Most dog owners have witnessed their dog get a burst of energy, which is commonly called "the zoomies".
Dogs are known for these outbursts - a period of high exuberance and excitement where they run around wildly. This usually lasts for a few minutes and are followed by a period of rest.
And let's all admit... it's hilarious!!
Dogs exhibit this behavior when they are playing, running around after being caught, or simply excited. While the zoomies may be amusing to watch, it is important to make sure that your dog has a safe place to run around.
Let's zoom into this article to learn all things zoomies!
Dogs are full of energy and love to run around
It’s in their nature. They were bred to be hunters and running is how they tracked down prey. Even today, dogs love to run and play fetch. It’s what makes them happy.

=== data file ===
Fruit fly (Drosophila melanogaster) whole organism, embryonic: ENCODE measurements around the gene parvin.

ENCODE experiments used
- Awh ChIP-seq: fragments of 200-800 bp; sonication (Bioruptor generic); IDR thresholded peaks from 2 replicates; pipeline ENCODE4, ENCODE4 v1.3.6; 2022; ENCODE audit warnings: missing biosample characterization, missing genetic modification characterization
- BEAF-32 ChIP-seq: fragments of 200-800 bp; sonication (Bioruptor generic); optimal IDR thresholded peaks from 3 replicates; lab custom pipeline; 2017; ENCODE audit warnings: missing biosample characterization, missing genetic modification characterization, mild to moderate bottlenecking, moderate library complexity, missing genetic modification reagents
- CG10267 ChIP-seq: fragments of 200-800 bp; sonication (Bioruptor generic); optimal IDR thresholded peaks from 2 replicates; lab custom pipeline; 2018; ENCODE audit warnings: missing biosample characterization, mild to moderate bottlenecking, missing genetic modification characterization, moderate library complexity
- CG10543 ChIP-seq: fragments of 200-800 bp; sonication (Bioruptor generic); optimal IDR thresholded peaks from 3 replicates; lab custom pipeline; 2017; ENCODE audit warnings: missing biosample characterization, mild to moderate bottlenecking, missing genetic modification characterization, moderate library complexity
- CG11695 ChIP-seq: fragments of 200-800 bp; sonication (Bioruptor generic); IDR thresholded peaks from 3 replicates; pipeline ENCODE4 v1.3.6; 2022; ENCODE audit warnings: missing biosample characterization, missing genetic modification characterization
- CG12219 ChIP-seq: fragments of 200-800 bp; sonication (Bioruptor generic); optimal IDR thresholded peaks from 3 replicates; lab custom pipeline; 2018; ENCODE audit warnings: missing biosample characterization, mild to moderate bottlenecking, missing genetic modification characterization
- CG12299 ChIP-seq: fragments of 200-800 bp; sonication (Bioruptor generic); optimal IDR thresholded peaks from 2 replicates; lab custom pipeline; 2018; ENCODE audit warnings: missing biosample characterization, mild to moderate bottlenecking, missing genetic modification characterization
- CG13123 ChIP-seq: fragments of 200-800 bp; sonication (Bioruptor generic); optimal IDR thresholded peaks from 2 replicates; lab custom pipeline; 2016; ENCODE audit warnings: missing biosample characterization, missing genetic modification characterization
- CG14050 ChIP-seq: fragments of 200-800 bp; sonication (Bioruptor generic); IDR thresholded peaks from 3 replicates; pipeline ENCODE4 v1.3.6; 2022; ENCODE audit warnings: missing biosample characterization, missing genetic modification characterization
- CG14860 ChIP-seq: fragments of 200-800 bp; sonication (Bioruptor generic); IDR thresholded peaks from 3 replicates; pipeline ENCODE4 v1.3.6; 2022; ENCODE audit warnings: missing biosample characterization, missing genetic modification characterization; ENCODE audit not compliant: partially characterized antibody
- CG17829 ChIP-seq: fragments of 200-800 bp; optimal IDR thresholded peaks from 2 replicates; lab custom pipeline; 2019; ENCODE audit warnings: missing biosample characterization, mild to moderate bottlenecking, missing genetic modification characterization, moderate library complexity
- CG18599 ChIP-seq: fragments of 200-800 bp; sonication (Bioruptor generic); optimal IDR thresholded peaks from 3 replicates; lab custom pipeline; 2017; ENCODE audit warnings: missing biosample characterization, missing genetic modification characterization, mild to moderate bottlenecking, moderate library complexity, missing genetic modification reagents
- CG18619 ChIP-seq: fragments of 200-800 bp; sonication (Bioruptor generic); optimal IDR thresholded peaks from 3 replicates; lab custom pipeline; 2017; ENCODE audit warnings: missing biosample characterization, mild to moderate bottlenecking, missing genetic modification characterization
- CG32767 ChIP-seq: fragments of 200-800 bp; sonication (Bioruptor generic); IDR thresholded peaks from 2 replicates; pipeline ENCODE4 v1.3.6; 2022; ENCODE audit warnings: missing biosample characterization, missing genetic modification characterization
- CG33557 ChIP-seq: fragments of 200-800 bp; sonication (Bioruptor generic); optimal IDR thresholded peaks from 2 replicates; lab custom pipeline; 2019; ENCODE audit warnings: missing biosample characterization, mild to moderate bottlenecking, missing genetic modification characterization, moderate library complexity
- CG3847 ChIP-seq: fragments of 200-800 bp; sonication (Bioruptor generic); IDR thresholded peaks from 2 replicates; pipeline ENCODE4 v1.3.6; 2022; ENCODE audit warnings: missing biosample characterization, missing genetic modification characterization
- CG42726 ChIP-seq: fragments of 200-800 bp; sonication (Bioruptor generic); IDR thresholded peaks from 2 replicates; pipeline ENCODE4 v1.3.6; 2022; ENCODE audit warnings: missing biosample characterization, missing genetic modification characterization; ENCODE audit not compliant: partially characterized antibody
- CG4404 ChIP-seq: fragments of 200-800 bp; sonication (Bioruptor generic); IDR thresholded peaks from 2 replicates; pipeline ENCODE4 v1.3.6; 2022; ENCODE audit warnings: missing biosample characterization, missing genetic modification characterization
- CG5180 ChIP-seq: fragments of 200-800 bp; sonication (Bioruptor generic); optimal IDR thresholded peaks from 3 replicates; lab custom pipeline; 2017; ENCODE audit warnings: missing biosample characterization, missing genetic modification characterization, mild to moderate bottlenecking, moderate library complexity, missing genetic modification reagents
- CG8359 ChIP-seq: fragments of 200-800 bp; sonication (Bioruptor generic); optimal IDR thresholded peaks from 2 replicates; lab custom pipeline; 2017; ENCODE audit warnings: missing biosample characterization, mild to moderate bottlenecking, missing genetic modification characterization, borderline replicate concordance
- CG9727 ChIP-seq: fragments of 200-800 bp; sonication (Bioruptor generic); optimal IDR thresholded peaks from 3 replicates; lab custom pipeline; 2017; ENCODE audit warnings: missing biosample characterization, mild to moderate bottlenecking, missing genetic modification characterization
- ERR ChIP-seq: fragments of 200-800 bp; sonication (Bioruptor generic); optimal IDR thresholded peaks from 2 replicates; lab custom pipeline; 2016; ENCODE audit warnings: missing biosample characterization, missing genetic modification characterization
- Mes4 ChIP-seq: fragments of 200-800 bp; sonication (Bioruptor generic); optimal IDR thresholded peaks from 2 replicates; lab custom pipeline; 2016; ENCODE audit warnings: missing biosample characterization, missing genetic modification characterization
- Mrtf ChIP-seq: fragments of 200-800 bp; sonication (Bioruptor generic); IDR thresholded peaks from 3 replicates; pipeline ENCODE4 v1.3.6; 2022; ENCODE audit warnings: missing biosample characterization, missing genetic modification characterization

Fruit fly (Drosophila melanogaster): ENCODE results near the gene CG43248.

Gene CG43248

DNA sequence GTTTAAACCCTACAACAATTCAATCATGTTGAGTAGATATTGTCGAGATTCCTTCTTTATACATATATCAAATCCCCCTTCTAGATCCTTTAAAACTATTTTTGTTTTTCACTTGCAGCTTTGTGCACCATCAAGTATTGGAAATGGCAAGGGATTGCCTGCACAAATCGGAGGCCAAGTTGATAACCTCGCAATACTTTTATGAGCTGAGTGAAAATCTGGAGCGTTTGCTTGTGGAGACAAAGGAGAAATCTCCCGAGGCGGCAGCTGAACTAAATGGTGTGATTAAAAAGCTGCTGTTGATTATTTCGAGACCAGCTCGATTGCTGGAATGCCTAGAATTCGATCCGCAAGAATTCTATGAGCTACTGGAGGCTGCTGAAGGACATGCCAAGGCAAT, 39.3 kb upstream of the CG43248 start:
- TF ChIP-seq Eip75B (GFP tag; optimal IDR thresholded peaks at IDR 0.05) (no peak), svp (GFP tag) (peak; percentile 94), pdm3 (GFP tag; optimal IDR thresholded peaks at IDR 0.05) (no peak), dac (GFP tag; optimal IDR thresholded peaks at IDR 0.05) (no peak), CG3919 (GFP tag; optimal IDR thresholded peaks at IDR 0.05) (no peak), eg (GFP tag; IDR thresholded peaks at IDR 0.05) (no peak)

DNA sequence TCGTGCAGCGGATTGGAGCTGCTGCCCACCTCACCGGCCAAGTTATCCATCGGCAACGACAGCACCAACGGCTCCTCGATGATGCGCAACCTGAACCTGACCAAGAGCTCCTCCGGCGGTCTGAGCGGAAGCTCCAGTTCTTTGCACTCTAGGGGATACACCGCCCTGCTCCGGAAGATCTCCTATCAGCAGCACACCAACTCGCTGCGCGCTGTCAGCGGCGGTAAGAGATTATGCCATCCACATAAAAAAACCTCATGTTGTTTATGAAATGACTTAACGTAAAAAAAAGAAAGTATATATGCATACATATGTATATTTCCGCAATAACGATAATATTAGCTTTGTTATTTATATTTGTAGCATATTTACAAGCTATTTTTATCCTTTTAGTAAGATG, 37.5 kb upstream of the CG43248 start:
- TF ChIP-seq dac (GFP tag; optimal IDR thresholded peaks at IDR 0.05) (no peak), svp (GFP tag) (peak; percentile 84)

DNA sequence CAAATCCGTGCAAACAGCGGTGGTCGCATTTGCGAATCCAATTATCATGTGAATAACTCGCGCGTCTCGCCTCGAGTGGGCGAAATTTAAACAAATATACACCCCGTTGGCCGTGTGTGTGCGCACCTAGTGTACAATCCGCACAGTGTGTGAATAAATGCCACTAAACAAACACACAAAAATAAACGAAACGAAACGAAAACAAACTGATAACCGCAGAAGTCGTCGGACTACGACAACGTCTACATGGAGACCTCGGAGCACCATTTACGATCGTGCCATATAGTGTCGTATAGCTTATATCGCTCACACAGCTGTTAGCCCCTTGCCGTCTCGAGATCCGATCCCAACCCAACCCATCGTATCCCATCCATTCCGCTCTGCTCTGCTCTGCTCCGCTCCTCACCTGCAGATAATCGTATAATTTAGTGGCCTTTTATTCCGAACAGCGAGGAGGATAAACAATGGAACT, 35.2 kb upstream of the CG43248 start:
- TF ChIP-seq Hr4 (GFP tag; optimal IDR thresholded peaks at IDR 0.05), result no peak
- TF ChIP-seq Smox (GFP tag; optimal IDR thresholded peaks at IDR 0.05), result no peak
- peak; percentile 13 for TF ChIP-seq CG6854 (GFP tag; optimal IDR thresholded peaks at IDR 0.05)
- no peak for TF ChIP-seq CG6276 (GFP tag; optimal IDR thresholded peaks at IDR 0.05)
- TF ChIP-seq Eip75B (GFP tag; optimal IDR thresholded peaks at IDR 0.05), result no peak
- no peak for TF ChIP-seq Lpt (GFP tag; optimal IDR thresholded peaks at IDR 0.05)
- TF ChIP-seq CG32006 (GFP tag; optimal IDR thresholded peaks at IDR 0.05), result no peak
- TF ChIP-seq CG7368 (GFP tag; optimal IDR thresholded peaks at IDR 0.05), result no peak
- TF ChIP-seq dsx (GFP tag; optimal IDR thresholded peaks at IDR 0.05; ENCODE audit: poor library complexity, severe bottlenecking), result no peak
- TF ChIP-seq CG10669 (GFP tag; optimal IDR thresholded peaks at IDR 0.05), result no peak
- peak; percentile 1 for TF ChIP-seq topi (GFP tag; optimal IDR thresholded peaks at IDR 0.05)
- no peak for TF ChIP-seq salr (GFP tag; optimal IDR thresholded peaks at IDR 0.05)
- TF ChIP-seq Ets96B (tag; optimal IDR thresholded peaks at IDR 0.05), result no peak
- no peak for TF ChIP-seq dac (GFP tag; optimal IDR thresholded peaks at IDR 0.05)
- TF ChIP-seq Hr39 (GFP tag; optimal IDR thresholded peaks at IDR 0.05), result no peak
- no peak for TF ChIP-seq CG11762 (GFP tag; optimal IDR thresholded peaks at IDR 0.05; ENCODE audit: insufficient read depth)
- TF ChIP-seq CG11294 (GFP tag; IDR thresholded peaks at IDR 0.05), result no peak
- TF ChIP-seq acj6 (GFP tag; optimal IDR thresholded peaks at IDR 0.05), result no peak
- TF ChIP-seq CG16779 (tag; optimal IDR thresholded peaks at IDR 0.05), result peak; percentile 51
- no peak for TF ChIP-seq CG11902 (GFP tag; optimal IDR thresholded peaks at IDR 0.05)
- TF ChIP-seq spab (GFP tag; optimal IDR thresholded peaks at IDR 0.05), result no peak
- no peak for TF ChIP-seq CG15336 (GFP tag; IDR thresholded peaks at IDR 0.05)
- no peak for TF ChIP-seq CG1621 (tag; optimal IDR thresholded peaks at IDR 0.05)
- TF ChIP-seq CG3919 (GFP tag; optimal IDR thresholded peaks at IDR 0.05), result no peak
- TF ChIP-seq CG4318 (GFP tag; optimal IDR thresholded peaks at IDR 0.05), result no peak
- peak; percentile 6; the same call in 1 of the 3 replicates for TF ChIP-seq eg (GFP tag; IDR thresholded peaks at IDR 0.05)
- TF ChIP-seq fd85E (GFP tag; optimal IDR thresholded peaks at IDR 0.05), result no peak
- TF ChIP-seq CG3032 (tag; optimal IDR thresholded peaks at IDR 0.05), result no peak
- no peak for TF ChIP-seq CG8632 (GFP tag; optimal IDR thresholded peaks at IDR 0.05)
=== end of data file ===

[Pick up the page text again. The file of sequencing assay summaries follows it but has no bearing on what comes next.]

There are a lot of good reasons to let your dog run around. It’s a great activity for them. A tired dog is a good dog.
They’re less likely to bark excessively, dig holes in the yard, or chew on your favorite shoes.
Running also helps dogs stay healthy. It strengthens their muscles and bones, and it helps them maintain a healthy weight. Dogs that get enough exercise are less likely to suffer from obesity-related health problems like joint pain, diabetes, and heart disease.
So go ahead and let your dog run around the house or yard. It’s good for them—and it’s good for you, too. You’ll both be happy and healthy as a result.
What are zoomies and why do dogs get them?
The zoomies are a normal dog behavior and are bursts of pent-up energy that have been characterized by running around the house in circles.
It's also called FRAP, the technical name is Frenetic Random Activity Periods.
Puppies, young dogs, and older dogs all get the zoomies when they're excited, happy, or need to release nervous energy. They might also get them after a bath, during a car ride, or after playing fetch.
Zoomies are not harmful and usually only last for a few minutes, but it's important to make sure your dog has a safe place to run around if they're prone to getting them.